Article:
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May 25, 1961 - Image 2

Resource type:
Text
Publication:
The Michigan Daily, 1961-05-25

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THE MICHIGAN DAILY"

THURSDAY, MAY 2

THE MICHIGAN DAILY THURSDAY, MAY ~

1

Prof ile: S ue Kennedy

Eight 'U' Distinguished Professor Posts Remain Empty
0~

By PAT GOLDEN
Acting Associate City Editor
"The whole campus has become
more serious-more academic and
pdlitical - just since I've been
here," Women's League President
Susan Kennedy remarked as she
picked up a napkin covered with
physics equations.
"People don't come to the
League snack bar to kill time any-
more. If they're studying at the
Undergrad they haven't time to
walk all the way over here for a
cup of coffee. Most of the people
here right now are graduate stu-
dents from this neighborhood."
The tall, slim brunette from
Bloomfield Hills glanced at sev-
eral tables where students were
busy reading and scribbling on
napkins, and said the League has
noticed this academic trend even
in its tradition activities. "I'm
convinced that we still have a
function to fulfill, but we'll have
to readjust.
'Collegiate Activities'
"This campus no longer goes
all-out for huge 'collegiate' ac-
tivities like Homecoming or even

tract the majority of women stu-
dents for such activities."
She confessed that for a time
she had considered some of the
traditional activities "a bit Mickey
Mouse." But after working close-
ly with the people involved in
them for a year, she said, "Then
I realized they were sincere and
important interests, too. The
League must serve these special
projects. At mammoth universi-
ties it's too easy for us to lose
track of students who function
best in small groups. We can put
their activity and energy to work
here."
Sorority Member
Twenty-one years old, Sue is a
member of Gamma Phi Beta sor-
ority and honoraries Alpha Lamb-
da Delta, Scroll, Phi Kappa Phi
and Tau Sigma Delta (for archi-
tecture and allied arts students).
She also achieved freshman and
junior honors.
An art major, she hoped to set
up an arts and crafts room at the
League for individual use. Al-
though unable to carry this out
during her term, she is now draw-
ing up plans for the room as a
personal project. "Even if they
never use the idea, it's fun to plan
it. I'll submit the drawing and
suggestions and see what hap-
pens."
Prior to becoming League presi-
dent, Sue had worked only on
the League's class projects. The
organization does not have a lead-
ership training program 'or re-
quire a "four-year commitment."
One Project
"A girl may participate in one
project and then move directly in-
to the student administration.
There are always new people
around with fresh ideas."
With her enthusiasm not-quite
hidden by a quiet voice and re-
served manner, Sue continued, "I
was kind of glad I came into of-
fice without preconceived notions
about running the League, even
though it was extra hard at first
to learn how things operated. I
like things that present an extra
challenge."
This June, Sue will go to New
York to "knock on doors at ad-
vertising agencies. No appoint-,
ments, no connections-I want to
see if I can land a job completely
on my own."
Spirit of Adventure
Her spirit of adventure and de-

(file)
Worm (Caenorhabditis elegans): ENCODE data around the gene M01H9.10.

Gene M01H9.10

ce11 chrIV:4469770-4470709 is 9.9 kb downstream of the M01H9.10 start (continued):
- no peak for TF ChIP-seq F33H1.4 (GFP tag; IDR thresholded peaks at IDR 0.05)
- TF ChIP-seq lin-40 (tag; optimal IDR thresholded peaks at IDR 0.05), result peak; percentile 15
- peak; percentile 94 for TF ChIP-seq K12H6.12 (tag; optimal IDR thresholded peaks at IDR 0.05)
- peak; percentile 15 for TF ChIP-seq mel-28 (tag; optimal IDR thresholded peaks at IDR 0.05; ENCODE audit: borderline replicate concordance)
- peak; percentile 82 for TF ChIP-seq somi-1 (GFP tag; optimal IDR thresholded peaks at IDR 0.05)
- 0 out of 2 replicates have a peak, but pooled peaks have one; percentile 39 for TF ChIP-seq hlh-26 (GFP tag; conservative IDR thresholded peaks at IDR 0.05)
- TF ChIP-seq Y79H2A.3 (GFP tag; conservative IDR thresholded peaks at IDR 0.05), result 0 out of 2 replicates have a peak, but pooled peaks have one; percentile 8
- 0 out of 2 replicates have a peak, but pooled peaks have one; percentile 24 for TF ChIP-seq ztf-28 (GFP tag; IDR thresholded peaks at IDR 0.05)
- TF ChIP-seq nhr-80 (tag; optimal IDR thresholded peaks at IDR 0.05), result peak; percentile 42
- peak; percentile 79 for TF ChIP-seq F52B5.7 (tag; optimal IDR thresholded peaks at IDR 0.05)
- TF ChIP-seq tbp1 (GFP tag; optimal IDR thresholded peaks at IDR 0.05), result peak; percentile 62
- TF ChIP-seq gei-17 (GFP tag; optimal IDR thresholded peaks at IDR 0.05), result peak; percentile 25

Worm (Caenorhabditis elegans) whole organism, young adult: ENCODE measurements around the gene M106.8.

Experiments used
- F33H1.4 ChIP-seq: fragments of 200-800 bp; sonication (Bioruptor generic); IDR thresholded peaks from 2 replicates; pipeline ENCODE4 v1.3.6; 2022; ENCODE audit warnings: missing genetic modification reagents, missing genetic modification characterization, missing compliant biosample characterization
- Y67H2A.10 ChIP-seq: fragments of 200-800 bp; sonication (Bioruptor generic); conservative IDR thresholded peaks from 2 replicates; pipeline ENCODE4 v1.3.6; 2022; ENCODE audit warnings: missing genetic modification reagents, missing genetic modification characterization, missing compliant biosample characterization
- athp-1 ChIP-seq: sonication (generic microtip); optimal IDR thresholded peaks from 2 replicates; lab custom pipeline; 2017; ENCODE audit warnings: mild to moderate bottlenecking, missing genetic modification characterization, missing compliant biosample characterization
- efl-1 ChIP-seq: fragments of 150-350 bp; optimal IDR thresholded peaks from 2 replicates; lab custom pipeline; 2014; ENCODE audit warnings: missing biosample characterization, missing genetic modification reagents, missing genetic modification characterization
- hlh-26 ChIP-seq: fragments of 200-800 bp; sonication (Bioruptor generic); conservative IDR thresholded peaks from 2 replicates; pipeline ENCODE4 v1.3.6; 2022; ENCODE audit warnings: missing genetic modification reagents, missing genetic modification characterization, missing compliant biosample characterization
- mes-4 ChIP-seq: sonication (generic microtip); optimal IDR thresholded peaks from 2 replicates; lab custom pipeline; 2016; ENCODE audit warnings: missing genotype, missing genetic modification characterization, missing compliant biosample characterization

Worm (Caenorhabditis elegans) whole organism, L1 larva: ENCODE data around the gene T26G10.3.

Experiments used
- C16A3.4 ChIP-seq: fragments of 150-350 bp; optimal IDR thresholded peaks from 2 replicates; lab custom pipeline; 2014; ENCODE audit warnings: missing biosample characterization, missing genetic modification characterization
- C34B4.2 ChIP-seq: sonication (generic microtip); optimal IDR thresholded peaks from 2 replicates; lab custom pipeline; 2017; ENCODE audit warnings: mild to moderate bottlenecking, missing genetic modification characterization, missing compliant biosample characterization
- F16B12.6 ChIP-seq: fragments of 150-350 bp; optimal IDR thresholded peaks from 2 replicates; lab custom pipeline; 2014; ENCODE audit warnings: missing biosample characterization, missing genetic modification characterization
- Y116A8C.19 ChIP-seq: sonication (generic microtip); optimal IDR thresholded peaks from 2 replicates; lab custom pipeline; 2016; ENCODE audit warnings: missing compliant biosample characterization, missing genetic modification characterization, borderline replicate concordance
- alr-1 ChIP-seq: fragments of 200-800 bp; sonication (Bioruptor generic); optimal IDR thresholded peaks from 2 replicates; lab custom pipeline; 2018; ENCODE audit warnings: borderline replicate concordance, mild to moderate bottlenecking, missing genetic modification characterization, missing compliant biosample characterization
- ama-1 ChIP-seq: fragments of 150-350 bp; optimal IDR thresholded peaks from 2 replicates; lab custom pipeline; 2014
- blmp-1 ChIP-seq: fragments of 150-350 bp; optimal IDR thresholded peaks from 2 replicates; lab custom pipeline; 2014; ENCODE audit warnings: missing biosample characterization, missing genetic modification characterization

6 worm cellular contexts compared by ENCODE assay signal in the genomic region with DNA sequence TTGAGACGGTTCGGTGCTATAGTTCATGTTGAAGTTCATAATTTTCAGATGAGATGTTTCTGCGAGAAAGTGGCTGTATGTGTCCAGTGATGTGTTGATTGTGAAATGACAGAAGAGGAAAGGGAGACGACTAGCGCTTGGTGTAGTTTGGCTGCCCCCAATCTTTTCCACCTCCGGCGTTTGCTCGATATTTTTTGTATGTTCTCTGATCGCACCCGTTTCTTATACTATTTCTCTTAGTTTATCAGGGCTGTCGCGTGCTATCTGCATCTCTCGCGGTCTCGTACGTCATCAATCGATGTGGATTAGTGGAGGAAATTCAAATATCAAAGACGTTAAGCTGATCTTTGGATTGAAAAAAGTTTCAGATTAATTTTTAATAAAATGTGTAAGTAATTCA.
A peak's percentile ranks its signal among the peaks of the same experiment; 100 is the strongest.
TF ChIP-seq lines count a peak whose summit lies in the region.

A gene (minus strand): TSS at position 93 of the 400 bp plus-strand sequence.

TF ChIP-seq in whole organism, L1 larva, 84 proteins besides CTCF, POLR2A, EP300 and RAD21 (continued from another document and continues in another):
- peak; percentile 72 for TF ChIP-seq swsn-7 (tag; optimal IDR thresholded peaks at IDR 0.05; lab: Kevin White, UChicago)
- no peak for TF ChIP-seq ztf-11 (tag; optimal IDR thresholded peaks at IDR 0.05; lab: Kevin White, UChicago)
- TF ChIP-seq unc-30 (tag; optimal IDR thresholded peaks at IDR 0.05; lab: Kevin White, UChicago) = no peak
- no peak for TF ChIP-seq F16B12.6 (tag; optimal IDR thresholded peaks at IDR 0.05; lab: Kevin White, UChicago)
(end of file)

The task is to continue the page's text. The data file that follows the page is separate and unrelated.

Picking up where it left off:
termination have been fostered by
the University's challenges to stu-
dent maturity, she declared. "I
didn't realize how advanced we
were until I began attending con-
ferences at other schools. The oth-
er delegates just couldn't under-
stand how the League operates.
"SOC is a good example-I am
really proud of the maturity the
Council shows. It's too bad that
ex-officios are so busy they can't'
devote more time to the problems

before SGC, but it certainly is a
valuable experience for us."
With a frown of concern she
talked about the danger of get-
ting immersed in an organization
and losing perspective. "SGC
forces the League to put our work
into the context of the Univer-
sity, and also to put the Univer-
sity into a larger context."
New Attempt
Sue pointed out the League's
new attempt to give students a
concept of the University through
Women's Senate. "Senate is bring-
ing a different type of girl into
the League. Its concern for the
University's problems is indicative
of our increased awareness and
~asponsibility as students."
Sue envisions Assembly Associa-
tion and Panhellenic Association
working with the League to fur-
ther unify women's student gov-
ernment.
"In the past two years there
has been a misconception about
the League's active members. This
isn't a sorority tryout program or
a sorority girls' organization. It
just happens that for a year or
two we have had more affiliates
working. But the League changes
so quickly that this is not at all
indicative of a lasting trend."

Sue's favorite expression, which
her roommate claims creeps into
everything she says is "well, that's
out of the question." Strangely
enough, it's an expression she nev-
er applies to herself. Her own re-
action to anything new is always
to plunge right in, regardless of
the difficulties.

(Continued from Page 1)
he is an active member of the
faculty.
Each appointee receives the ti-
tle "University Professor," with the
name of a distinguished person in
the same general field of interest
attached to it. This name is select-
ed by the school to which the ap-
pointee belongs. At the termina-
tion of active service by the pro-
fessor, both the position and the
title are vacated.
For one of these posts to be
filled we would first need an en-
dowment from an alumnus, Nie-
huss explained. The University
would then hold the money in a

1
1
1
i
M
1

SUE KENNEDY
notices academic trend

Lederled otesRelation
Of Computer, Mediceine
R..unAVIn 1GEIGE~R I_

Northland
Drama Set1
Northland Playhouse in Detroit
will begin its sixth summer ses-
sion on June 8 with John van